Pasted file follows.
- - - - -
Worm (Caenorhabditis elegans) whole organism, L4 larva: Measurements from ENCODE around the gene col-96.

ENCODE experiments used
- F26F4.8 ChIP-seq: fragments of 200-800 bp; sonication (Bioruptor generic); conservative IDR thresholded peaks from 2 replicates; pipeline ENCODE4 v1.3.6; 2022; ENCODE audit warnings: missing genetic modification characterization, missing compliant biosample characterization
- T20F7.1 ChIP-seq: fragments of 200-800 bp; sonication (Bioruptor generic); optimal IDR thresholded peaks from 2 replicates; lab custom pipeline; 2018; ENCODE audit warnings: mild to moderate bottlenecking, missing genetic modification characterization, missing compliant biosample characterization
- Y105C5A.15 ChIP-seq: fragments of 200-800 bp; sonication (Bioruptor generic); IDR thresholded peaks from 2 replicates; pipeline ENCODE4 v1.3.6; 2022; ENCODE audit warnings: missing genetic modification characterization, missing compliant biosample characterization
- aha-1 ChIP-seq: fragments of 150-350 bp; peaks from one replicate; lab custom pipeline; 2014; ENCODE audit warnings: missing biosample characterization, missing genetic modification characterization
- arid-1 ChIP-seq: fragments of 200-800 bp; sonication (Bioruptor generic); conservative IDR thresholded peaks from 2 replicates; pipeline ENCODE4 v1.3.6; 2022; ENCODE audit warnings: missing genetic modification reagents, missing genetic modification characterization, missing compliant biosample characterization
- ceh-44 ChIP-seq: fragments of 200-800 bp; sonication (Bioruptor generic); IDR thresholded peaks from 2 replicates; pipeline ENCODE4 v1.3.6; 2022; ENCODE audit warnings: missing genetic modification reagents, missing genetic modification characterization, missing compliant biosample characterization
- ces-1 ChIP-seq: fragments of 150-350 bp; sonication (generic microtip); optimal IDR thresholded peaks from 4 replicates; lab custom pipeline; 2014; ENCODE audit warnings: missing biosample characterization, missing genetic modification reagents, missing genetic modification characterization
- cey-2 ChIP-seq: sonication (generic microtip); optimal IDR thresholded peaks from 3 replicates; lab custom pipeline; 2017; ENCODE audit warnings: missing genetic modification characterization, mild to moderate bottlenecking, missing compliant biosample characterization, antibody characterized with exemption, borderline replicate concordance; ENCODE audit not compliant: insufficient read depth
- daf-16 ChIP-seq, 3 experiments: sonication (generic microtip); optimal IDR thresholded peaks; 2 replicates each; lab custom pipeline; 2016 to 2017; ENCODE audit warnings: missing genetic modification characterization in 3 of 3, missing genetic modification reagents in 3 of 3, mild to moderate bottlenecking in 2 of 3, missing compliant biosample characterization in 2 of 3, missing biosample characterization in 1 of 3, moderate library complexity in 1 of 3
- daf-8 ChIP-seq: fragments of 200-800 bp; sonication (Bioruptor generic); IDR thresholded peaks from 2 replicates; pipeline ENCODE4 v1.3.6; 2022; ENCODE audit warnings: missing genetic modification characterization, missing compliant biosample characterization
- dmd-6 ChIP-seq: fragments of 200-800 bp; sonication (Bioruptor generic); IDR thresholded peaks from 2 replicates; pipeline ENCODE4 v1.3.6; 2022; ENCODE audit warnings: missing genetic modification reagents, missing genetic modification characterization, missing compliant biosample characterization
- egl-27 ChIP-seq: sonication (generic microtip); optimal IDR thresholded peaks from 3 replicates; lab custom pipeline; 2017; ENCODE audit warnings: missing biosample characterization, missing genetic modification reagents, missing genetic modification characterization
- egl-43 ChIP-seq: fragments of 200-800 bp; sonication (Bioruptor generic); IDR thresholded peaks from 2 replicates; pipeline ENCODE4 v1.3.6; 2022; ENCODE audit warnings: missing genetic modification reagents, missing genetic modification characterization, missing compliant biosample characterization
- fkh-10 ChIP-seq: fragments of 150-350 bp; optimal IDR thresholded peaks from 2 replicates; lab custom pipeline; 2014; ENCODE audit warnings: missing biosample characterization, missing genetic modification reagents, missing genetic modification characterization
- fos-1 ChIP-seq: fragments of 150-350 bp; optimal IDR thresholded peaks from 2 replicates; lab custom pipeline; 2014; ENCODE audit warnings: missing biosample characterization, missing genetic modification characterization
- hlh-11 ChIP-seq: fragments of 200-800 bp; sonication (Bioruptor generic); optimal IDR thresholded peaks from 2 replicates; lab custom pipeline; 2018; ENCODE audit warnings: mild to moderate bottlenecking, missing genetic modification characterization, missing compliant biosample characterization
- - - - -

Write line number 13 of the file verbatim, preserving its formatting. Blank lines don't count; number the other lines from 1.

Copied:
- dmd-6 ChIP-seq: fragments of 200-800 bp; sonication (Bioruptor generic); IDR thresholded peaks from 2 replicates; pipeline ENCODE4 v1.3.6; 2022; ENCODE audit warnings: missing genetic modification reagents, missing genetic modification characterization, missing compliant biosample characterization